The Deep Grief Of Diagnosis
If you’ve been dragged through the diagnosis process for any disease, you’ll know that it takes forever to get clear results, to find a doctor who actually, truly sees you, and to find your way through the labyrinthine chaos of pain management and medication and support. It's A LOT.
And some AS patients have to do this alone. Some of us have support groups or access to community resources, but many don't. Each journey is individual and stressful — because one day you're you, and the next day, you're so off.
It takes years to get a diagnosis
Because ankylosing spondylitis is notoriously tricky when it comes to securing a diagnosis, people often wait years and years (in my case, almost a decade) for theirs. To make things more complicated, it’s not uncommon for doctors to ignore or reduce symptoms or tell patients that they’re exaggerating or perhaps making it all up in their minds. If you're here reading this, you'll likely know that this happens.
So when you finally do get a diagnosis, you are left reeling from both the process and any of the emotional trauma that it brought to the surface. Often times people feel an intense amount of grief when it comes to the actual diagnosis, and this is probably the case for anyone with a chronic illness across-the-board. It's not that the diagnosis is a shocker for many of us, it's that there's a gravitas — a finality — attached to the piece of paper.
The diagnosis says: You will never be the same. You will only ever be you, but a limited version. You will struggle.
Then everything changes
Because when we get that diagnosis, we know that our bodies have changed, forever. And maybe it comes with an inability to do the things that we used to do, to feel the vigor and brightness of a life not marred by a constant fog pain and fatigue. In this moment, you feel a sense of loss, as though you are grieving yourself — the you that existed before the you now.
And that loss can trigger identity issues (who am I now?), fear about the future, and it can literally impact your relationships, romantic, sexual or otherwise, and your job opportunities.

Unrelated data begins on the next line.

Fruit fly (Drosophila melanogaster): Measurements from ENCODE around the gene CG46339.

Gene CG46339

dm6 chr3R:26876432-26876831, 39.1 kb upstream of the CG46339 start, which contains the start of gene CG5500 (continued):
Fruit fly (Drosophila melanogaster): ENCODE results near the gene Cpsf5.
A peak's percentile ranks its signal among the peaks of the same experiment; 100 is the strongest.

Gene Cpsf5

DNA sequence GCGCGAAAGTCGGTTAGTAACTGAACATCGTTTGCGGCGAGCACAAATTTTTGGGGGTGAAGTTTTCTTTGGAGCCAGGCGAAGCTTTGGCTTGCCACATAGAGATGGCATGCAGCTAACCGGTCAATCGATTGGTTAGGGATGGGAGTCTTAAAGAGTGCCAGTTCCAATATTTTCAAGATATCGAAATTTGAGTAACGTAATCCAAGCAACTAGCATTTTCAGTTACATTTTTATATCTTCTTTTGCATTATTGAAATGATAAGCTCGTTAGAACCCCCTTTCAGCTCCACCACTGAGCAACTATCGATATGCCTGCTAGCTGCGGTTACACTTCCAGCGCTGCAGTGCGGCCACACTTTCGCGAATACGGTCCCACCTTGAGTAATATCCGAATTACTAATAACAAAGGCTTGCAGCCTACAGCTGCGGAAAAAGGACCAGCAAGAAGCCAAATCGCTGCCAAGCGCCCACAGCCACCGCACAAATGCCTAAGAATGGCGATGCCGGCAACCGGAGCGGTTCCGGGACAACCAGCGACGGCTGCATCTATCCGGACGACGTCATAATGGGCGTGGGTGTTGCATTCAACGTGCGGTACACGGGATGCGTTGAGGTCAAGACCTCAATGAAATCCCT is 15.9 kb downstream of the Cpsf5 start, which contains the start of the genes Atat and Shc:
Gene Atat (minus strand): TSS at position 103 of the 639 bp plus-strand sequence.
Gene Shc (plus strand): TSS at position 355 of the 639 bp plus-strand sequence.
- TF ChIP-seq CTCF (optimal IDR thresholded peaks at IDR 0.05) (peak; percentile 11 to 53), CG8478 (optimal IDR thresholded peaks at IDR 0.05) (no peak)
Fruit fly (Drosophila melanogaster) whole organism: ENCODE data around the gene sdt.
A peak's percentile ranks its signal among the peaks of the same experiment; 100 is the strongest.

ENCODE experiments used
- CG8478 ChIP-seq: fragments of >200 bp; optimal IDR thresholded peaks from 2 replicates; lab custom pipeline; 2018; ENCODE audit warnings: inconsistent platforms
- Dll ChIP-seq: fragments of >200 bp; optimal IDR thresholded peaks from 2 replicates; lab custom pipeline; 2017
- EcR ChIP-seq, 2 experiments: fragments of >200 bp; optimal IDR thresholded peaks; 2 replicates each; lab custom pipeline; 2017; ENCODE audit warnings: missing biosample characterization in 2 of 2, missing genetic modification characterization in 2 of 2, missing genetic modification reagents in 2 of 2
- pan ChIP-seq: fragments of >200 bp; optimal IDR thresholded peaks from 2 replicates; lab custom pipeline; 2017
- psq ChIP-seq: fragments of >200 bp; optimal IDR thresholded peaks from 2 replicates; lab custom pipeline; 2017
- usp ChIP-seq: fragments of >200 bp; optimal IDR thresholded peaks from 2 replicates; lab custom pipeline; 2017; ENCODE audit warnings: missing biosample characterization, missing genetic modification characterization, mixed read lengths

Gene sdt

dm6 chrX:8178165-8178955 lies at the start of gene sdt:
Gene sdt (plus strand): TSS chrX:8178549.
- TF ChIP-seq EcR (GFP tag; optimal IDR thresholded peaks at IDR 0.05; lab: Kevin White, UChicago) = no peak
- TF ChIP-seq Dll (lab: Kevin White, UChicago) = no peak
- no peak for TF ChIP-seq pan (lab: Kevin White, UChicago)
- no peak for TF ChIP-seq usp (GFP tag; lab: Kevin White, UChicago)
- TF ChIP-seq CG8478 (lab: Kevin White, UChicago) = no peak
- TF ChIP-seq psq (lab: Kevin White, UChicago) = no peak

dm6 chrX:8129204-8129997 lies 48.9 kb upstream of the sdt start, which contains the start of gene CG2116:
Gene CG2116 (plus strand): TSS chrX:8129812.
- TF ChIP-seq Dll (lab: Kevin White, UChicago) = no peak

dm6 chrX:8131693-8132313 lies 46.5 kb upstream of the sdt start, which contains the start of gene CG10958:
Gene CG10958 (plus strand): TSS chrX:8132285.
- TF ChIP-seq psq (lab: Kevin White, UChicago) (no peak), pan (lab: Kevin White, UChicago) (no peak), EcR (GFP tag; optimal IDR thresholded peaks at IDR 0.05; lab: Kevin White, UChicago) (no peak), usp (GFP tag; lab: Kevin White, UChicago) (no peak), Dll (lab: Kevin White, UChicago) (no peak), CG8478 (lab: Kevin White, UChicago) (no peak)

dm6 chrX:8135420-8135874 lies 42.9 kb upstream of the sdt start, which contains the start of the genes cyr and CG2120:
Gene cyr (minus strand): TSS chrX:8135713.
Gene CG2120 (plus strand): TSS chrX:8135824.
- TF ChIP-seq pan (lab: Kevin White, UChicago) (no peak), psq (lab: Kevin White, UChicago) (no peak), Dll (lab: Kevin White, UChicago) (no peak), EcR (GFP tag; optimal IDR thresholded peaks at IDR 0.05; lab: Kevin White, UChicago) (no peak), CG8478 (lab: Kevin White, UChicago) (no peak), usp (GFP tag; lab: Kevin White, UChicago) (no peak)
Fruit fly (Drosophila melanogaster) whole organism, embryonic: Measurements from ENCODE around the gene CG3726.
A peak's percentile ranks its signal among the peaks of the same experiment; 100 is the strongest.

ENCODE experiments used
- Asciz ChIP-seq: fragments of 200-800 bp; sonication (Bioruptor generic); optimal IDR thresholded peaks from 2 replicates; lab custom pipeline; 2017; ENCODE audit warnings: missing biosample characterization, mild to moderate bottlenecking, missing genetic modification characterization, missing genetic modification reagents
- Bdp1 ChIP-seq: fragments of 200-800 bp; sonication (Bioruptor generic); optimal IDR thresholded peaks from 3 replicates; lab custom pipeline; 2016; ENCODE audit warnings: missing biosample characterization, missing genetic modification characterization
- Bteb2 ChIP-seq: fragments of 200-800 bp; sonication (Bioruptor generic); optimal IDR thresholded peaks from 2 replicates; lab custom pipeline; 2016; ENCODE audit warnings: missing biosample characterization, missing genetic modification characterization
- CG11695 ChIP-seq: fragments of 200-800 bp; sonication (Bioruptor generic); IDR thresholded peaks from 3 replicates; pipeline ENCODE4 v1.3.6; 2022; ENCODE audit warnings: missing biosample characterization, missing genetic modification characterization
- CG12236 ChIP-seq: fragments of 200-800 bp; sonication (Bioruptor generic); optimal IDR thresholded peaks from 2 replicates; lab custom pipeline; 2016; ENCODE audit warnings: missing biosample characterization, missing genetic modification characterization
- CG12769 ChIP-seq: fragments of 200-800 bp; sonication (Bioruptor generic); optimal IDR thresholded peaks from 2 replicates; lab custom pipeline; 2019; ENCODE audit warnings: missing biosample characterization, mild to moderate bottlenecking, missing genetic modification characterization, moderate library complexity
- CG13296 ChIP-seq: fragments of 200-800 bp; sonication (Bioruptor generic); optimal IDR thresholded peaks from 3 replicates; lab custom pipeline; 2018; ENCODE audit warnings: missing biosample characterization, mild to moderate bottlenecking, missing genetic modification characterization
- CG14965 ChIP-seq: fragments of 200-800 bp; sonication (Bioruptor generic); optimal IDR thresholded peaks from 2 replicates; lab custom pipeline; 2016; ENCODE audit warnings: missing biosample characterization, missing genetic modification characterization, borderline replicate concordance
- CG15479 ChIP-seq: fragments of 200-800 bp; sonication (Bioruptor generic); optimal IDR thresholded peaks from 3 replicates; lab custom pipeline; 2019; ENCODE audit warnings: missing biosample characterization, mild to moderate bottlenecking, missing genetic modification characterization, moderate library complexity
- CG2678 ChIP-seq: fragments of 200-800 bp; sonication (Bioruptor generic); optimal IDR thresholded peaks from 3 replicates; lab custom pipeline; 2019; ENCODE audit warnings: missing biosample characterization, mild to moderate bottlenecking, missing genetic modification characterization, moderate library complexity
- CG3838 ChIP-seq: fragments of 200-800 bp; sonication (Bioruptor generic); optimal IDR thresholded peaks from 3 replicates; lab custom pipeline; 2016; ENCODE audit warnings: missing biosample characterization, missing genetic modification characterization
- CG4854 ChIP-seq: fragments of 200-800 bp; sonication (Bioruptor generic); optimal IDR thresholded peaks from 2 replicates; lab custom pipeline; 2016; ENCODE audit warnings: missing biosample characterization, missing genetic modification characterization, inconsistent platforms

Even though I knew I had ankylosing spondylitis for many years before I was officially diagnosed, the diagnosis itself felt like a nail in the proverbial coffin. I was 32, healthy, and very mobile. Although my pain levels were through the roof, it scared me to think that my body and myself as I knew it, might change in the years ahead.
It affects your mental health
For anyone who has a background of trauma or mental illness, a diagnosis can be triggering. I had an unstable childhood and lived for many years in foster care. Both of my parents suffered from addiction, and we were poverty-stricken for most of my life. And so the diagnosis shattered me in a deep, systemic way.
In those weeks afterward, I vacillated between self-pity and extreme obsession over my future — would I travel? Could I die? Would I become a shell of myself? Why do bad things always happen to me? — and exasperation verging on disbelief. How could doctors simply diagnose you and then send you on your way?
Is life this cruel?
"You'll just need to take this medicine that could cause cancer down the line," my rheumatologist essentially said. My first and most immediate thought was, "Surely I don't need medicine."
And then I thought was: Is life this cruel?
The fact is, and I have learned this over the year: It is, and it isn't.
The grief came in waves, and after about a year, it took a new shape. It looks and feels like acceptance, but sometimes flare-ups can trigger a relapse in my thinking. I stay up at night thinking about the future or reading AS horror stories on Facebook, and it does get to me.
With life comes pain and loss
But I also know that life is sometimes studded with pain and loss. That it's what we do in reaction to those realizations and experiences that matter. So I decided to lead with compassion, to help others, to write my story so other patients aren't so alone, and to support people when they're sick or grieving. I decided to get some perspective and look at all the miraculous and beautiful things about my life. Like seeing the morning light and having the ability to write books and connecting with others.
The shadows are always lurking, and sometimes it's okay to let them in. But you have to know when to tell them to leave. That's the best way I can describe my grief.
Other than back pain and fatigue, what is the most common symptom that AS patients experience?